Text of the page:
Is the Carbon Bubble Popping?

March 23, 2020

I don’t think I have to explain the carbon bubble to any readers here.

There is more carbon in the ground than we can burn.
At some point the world wakes up to climate change, and we stop burning it.
Or, something else happens that shines a light on the inherent contradiction.

Institute for Energy Economics and Financial Analysis:

Nearly $72 billion worth of U.S. oil and gas speculative-grade debt is distressed, an amount that has doubled since the year began, and is now at an all-time high as oil prices have collapsed, signaling a coming wave of defaults by oil and gas borrowers, S&P Global Ratings said March 19.

The distress ratio – the proportion of speculative-grade bonds paying 1,000 basis points, or 10%, above U.S. Treasury bills, compared to the total number of speculative issues – soared to more than 94% for the oil and gas sector this year after Russia and OPEC failed to reign in crude oil production at the same time the COVID-19 virus emerged, cutting into worldwide demand, Ratings said.

The distress ratio indicates the level of risk the market has priced into bonds. A rising distress ratio reflects an increased need for capital and often precedes increased defaults when accompanied by a severe and sustained market disruption, the rating agency explained. The U.S. oil and gas distress ratio is higher now than its previous peaks during the 2016 oil price crash and the Great Recession of 2008, the credit rating agency noted.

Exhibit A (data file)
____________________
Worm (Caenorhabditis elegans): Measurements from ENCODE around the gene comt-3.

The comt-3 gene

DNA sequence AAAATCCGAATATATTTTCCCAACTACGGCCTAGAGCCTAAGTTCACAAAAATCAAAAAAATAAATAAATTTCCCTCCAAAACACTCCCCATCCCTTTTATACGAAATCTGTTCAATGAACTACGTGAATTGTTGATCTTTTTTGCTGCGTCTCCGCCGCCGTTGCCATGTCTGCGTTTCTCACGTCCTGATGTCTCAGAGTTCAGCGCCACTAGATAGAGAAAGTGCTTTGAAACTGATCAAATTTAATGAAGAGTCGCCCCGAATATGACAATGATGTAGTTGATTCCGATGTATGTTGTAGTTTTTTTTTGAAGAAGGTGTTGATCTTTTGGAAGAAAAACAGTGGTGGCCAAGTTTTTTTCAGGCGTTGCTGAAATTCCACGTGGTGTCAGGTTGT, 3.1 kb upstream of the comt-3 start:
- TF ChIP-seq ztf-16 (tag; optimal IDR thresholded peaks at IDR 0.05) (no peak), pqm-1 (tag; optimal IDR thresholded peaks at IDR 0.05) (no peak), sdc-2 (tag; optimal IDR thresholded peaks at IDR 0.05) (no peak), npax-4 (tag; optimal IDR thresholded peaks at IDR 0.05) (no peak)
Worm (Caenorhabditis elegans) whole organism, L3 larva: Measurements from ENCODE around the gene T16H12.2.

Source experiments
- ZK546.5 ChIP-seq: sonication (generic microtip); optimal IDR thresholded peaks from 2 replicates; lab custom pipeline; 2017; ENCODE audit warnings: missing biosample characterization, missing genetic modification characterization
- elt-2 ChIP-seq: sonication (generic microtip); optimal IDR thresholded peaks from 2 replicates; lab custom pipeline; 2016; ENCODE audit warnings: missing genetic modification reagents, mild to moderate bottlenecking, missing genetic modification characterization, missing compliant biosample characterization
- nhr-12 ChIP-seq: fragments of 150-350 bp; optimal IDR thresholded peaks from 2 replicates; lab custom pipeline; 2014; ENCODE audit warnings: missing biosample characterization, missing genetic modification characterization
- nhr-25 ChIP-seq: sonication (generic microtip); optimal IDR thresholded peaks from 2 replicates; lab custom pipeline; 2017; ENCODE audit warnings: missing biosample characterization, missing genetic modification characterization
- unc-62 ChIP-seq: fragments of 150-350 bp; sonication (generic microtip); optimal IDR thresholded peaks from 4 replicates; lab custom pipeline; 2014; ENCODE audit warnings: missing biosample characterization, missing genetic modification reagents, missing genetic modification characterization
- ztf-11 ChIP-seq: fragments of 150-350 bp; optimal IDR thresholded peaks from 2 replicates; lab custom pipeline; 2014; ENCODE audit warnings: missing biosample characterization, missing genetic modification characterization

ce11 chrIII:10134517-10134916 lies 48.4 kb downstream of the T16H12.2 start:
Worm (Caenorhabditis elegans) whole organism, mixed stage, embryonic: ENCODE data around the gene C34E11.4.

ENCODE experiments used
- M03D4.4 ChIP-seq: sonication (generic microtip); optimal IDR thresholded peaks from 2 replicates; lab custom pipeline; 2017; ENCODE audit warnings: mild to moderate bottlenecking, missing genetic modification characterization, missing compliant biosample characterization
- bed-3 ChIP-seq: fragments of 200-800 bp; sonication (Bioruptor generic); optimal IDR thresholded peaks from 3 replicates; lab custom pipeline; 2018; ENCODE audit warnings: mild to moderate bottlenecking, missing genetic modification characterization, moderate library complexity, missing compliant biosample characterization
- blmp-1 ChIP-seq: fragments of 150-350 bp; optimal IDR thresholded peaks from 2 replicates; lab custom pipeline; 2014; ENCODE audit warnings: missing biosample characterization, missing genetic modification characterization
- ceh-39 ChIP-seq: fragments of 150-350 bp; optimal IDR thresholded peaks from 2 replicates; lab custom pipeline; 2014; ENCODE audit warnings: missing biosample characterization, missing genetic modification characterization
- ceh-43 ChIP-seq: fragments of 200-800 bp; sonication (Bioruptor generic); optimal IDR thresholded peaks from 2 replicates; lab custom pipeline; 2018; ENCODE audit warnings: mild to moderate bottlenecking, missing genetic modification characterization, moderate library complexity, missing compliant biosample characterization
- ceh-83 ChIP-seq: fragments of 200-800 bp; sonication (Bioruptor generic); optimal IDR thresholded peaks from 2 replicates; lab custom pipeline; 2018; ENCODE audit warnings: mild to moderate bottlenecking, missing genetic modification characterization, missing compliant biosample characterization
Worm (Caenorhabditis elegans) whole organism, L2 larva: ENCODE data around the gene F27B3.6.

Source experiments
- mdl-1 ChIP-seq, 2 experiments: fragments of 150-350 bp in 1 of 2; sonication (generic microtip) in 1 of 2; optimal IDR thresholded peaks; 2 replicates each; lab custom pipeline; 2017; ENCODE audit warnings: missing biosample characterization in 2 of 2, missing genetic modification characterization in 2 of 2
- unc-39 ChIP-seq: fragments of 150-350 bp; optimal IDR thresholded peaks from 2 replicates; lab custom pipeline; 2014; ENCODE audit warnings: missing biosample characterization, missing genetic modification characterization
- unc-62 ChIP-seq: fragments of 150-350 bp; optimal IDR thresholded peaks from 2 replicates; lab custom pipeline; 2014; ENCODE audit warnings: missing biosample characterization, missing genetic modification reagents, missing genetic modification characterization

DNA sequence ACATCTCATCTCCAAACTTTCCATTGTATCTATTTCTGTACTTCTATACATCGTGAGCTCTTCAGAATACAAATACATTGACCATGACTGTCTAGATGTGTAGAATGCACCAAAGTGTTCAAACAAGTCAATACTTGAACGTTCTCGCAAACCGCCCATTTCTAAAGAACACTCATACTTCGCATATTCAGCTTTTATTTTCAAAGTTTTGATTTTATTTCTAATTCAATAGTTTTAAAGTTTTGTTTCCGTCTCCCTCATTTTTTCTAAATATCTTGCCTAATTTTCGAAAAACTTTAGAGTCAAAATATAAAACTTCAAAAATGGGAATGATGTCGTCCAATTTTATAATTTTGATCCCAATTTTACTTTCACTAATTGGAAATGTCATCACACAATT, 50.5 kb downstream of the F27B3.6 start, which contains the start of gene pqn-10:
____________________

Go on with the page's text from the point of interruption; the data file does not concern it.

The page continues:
S&P also noted that nearly 40% of the U.S. oil and gas companies with less than investment grade credit ratings were on CreditWatch with negative implications or a negative outlook, more than twice its normal average of 19%. It expects defaults to rise when these oil and gas firms find no way to refinance that debt in today’s market, skittish with worry about the coronavirus.

“As financing conditions quickly become much less accommodative due to risk aversion from investors uncertain about the global impact of COVID-19, we may continue to see an increase in distressed debt instruments, followed by an increase in defaults,” Ratings said.

New York Times:

The energy sector has buckled in recent weeks as the global demand for oil suddenly shriveled and oil prices plunged, setting off a price war between Saudi Arabia and Russia. Oil prices are now one-third their most recent high, trading as low as $24 a barrel, and could fall further.